In honor of Labor Day, here are random thoughts, suggestions and observations on the importance of work. It's been said that if you deprive a man of meaningful work, he will go stark raving mad.
Each one of us has to define meaningful work for ourselves and find meaning in our work. You are really fortunate if you love what you do and your entire job is meaningful.
Others may have to dig a little deeper to find meaning in the work they do. Even if the only reason is to provide for your family - that makes it a meaningful thing.
A recent article in the declared "U.S. jobs getting harder to bear, survey reveals." The article said that more and more people are reporting dissatisfaction in the work they do. Since we spend a majority of our waking hours at work, that adds up to a lot of time feeling dissatisfied.
Barbara Glanz, an author, speaker and expert on employee motivation and performance, has a book that you may want to check out, "Handle with CARE: Motivating and Retaining Employees." It's full of creative, low-cost ways to raise morale, increase commitment and reduce turnover. The CARE approach stands for
C = creative communication
A = atmosphere and appreciation for all
R = respect and reason for being
E = empathy and enthusiasm.
Glanz has found that motivation and retention are not about money as much as it is about how employees are treated as people.
Her research consistently shows that good wages are less important than interesting work, feeling appreciated, being "in on things" and job security. This is a must-read for any boss or manager.
If you think about it from a certain angle, workaholics really put so much more pressure on themselves than any one realizes. There is so much more pressure to succeed. If you are going to be a workaholic, you had better be very successful, because what could be more embarrassing than an unsuccessful workaholic?
If you are the spouse or close to a person who has lost a job, the best thing you can do is be present. You may not know what to say, and you don't have to know what to say. Just being there and being supportive is the very best thing you can do.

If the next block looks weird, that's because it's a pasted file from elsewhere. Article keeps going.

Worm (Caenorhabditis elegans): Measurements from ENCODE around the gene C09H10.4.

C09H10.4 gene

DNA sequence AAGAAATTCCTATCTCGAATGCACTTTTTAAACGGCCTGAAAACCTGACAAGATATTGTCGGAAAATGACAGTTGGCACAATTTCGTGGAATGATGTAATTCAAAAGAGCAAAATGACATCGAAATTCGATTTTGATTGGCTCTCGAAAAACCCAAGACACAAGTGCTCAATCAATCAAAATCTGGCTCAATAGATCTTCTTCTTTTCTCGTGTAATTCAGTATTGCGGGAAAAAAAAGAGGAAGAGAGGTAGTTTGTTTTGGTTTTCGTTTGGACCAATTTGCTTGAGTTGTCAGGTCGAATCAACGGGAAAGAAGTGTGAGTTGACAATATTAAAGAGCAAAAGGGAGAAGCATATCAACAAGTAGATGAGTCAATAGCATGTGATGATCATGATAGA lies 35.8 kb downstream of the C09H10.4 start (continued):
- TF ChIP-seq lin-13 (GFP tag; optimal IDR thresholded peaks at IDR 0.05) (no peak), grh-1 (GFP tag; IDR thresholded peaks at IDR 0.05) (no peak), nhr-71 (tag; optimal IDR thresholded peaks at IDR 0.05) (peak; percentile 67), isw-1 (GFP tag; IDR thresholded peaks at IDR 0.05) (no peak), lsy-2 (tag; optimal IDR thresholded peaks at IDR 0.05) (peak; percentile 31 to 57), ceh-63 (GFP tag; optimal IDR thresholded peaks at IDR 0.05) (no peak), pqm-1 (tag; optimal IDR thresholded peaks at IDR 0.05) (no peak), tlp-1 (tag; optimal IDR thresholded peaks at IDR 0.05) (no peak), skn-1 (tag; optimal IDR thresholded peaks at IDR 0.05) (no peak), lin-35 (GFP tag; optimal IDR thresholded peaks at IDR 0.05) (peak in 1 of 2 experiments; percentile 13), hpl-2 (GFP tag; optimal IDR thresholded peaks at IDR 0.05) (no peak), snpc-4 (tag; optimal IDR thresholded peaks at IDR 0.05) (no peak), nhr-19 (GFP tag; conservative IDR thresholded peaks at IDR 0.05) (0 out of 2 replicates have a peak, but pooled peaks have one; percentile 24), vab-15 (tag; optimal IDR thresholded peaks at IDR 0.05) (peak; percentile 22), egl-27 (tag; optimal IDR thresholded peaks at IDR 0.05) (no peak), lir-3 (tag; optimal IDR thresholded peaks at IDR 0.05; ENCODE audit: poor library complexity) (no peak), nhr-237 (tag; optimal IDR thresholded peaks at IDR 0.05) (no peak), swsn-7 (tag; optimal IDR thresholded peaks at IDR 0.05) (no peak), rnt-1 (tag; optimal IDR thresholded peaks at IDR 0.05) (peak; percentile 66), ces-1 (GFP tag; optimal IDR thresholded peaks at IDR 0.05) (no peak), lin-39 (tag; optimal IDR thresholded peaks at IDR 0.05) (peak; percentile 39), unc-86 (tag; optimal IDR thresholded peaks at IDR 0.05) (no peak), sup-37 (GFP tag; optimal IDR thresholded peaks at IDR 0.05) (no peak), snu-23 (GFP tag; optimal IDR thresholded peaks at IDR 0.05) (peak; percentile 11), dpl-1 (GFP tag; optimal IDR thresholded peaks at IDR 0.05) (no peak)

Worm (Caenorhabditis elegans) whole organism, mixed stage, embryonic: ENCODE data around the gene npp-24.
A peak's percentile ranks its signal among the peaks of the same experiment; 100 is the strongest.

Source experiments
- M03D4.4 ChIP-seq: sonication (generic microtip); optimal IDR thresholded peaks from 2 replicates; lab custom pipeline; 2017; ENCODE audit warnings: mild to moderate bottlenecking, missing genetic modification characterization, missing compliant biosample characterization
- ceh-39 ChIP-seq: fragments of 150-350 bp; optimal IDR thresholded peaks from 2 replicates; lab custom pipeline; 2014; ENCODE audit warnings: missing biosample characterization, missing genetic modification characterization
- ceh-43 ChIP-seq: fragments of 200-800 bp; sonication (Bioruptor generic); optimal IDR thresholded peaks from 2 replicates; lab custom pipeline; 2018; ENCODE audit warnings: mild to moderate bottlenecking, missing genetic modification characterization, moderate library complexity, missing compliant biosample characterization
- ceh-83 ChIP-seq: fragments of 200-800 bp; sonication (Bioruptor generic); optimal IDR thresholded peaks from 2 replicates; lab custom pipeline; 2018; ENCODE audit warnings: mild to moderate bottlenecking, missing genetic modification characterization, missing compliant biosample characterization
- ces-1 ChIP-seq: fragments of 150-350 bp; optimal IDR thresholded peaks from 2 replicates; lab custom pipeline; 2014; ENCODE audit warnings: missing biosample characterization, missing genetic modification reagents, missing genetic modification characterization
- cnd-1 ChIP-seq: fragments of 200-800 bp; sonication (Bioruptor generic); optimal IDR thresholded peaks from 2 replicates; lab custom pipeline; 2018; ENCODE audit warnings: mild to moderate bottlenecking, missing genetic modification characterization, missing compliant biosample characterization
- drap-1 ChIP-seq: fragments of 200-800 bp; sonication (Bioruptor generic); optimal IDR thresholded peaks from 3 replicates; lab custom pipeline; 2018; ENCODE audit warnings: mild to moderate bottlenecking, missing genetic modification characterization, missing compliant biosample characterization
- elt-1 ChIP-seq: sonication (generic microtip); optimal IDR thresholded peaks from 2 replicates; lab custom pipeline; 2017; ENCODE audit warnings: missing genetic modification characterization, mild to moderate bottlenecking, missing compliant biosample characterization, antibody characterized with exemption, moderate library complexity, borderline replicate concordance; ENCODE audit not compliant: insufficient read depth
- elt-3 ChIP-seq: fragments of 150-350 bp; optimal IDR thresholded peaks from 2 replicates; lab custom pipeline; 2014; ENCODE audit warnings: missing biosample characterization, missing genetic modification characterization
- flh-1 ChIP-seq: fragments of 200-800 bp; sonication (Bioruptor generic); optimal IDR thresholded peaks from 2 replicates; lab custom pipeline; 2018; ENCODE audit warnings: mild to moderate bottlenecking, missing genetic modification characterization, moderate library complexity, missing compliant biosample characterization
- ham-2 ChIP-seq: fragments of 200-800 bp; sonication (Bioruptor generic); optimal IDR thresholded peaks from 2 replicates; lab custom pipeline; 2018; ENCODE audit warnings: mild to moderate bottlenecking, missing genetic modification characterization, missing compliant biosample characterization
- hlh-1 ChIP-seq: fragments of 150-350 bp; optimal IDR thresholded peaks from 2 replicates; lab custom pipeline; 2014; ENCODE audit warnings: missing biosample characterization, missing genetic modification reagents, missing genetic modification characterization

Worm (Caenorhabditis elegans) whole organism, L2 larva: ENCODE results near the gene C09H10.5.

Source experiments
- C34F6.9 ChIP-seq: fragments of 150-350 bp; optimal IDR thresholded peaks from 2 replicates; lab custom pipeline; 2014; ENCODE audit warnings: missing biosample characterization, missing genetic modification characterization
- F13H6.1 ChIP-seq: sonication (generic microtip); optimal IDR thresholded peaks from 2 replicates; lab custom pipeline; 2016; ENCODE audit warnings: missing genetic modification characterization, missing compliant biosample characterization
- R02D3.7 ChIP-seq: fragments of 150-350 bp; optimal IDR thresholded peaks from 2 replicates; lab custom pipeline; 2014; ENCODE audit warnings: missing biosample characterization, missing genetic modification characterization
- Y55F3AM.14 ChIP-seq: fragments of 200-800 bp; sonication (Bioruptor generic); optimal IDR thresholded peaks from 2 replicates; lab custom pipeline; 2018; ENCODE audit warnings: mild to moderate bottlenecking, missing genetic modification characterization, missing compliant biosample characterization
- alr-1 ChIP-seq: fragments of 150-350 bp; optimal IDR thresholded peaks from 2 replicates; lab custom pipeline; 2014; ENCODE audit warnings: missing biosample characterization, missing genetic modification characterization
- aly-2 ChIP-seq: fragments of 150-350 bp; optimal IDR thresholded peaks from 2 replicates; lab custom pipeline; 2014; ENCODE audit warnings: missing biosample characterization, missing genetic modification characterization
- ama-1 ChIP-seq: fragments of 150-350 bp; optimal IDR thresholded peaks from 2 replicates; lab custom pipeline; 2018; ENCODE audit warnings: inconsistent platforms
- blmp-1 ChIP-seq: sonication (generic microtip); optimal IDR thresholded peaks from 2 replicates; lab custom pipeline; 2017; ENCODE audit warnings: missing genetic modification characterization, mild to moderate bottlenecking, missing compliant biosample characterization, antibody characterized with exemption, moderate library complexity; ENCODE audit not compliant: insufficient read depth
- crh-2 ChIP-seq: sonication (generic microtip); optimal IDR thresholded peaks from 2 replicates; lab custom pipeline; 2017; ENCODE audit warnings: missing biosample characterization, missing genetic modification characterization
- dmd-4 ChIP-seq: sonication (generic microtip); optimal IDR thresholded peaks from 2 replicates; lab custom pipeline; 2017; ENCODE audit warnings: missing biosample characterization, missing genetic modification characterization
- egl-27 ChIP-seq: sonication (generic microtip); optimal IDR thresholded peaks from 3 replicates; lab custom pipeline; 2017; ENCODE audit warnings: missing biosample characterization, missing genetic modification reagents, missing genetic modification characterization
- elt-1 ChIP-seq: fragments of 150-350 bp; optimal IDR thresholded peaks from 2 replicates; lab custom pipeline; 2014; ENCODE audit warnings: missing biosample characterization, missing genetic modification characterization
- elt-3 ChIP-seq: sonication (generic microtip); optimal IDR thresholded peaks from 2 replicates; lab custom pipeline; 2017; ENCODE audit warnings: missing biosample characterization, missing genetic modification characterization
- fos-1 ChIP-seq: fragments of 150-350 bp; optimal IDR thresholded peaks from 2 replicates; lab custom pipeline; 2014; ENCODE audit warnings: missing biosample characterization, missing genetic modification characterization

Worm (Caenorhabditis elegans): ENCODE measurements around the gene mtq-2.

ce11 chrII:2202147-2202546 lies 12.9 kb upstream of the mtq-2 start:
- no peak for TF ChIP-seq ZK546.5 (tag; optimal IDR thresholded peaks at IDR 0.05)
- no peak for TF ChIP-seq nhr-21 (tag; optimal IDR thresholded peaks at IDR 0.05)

All people can find themselves out of a job. That's why it's important for everyone to do a couple of things to protect themselves, just in case: Build your network of contacts before you need them. As author and speaker Harvey McKay says,
"You have to build your well before you are thirsty."
While what you know is important, who you know and who knows you is equally important.
Also, it's important to always have a what-if plan. Steve Christian of Magic 107.1 recently shared with me this analogy: "A good pilot is always looking for a safe place to land. A good pilot will continuously look out ahead during a flight, looking for a safe place to land, just in case." We should always be doing the same. Ask yourself, "If the bottom falls out of what I am doing tomorrow, what would I do next?"
When you do find yourself out of a job, the worst thing you can do is keep it to yourself. Let everyone know. Remember, what's important is who you know, who knows you and who knows you are looking. Some folks sort of play at getting the next job. To be successful, you have to make a job out of getting another job. Spend as much time looking for a job as you would working at a job.
If you are not able to make a living doing what it is that you love, you still have a winning option. Make sure you still do what you love in some form. It can be a part-time job or simply a hobby. Do it because it fulfills you. You may end up as one of the many people who have made a career out of a hobby they love.
Another thought from Barbara Glanz. She strongly recommends that whatever you do, you make it your own. She calls it giving your job your own personal signature. Ask yourself, "What can I do to make this my own, different from how anyone else would do it?"
Finally: "Do not pray for easy lives. Pray to be stronger. Do not pray for tasks equal to your powers. Pray for powers equal to your tasks. Then the doing of your work shall be no miracle, but you shall be the miracle." — Phillips Brooks.